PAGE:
Goal Type: This goal reflects our commitment to further our advocacy work for our organization and or cause area.


Source: Nonprofit submitted responses

Leadership Development

The nonprofit provides evidence of investment in leadership development


Describe an investment in leadership

Covid brought about some serious challenges and some great opportunities to improve as an organization. Our facility move and renovation made it necessary that we increase our staff to sustain operations at our increased capacity. It has always been important to our leadership team that we hire people who are passionate about what they do. This provides internal motivation and more avenues to achieving their own personal feeling of success. Additionally, leadership has increased the budget to provide more professional development opportunities for training that the staff are interested in and feel would help them further benefit the organization and themselves personally.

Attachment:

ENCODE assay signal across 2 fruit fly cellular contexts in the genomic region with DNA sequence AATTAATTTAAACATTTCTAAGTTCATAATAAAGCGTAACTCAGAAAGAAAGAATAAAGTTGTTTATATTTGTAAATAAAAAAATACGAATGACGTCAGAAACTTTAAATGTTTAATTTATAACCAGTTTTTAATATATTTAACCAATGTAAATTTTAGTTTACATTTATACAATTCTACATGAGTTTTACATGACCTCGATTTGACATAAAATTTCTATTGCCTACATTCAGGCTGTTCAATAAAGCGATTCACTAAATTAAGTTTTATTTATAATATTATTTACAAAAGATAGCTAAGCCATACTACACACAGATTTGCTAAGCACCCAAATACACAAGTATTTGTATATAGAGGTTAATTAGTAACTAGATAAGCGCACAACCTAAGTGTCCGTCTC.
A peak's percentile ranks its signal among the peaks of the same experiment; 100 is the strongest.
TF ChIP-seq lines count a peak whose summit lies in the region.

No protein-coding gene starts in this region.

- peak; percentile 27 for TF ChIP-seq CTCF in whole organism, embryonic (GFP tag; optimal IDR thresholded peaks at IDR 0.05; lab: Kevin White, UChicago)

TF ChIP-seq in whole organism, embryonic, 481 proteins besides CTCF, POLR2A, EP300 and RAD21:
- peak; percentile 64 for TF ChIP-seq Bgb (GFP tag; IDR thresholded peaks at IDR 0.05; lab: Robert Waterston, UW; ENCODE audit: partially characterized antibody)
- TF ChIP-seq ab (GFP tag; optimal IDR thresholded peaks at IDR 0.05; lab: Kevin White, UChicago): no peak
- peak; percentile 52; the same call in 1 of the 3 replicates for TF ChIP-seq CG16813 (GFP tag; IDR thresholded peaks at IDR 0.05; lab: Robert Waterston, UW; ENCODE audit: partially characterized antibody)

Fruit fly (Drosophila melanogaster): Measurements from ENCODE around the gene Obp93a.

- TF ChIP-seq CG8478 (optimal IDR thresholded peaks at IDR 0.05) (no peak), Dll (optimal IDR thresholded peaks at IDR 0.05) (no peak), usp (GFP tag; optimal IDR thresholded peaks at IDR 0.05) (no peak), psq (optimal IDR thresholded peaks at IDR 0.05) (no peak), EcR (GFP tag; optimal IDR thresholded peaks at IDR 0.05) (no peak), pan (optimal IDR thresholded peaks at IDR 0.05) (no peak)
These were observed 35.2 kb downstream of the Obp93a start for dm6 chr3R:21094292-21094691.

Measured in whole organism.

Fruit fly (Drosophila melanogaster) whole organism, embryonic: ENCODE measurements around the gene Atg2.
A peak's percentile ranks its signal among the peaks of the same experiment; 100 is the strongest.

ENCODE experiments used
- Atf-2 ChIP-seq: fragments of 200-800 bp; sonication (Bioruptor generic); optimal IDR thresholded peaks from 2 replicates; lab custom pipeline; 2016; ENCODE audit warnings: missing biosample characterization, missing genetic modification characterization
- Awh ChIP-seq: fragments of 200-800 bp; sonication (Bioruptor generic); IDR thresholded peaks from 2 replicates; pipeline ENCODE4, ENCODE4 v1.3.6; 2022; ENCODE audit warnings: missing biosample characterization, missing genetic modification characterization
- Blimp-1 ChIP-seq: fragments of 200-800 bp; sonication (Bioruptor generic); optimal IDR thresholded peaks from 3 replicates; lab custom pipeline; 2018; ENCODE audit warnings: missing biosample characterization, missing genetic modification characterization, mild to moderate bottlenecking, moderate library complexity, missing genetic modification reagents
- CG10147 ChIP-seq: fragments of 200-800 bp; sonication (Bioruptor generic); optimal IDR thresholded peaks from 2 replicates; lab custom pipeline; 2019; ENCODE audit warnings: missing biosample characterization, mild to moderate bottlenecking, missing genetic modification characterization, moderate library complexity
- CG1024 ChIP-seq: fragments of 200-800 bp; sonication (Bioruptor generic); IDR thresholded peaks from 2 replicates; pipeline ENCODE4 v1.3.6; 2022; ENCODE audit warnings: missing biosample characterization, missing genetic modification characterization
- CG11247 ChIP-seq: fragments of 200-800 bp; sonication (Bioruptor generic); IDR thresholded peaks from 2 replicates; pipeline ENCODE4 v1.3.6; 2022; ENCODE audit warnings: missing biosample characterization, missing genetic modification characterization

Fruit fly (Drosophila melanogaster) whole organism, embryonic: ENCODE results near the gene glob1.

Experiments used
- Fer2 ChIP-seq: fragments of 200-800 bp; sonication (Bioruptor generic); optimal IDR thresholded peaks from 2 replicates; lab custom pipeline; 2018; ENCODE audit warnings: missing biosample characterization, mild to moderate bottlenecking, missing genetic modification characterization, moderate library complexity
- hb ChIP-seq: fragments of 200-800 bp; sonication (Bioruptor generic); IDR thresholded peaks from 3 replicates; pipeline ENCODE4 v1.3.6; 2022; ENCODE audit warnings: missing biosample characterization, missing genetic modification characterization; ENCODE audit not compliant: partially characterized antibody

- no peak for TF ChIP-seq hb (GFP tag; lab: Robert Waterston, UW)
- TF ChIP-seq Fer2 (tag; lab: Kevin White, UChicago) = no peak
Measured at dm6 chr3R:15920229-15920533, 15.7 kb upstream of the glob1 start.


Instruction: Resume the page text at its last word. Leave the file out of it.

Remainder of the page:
Source: Nonprofit submitted responses

Mobilizing for Mission

The nonprofit provides evidence of leadership through focusing externally and mobilizing resources for the mission.


This organization mobilizes for mission in the following ways:
  • Strategic Partnerships

  • Networks of Collective Impact Efforts

  • Raising Awareness

  • Community Building

  • Policy Advocacy

What are this organization’s external mobilizaton efforts?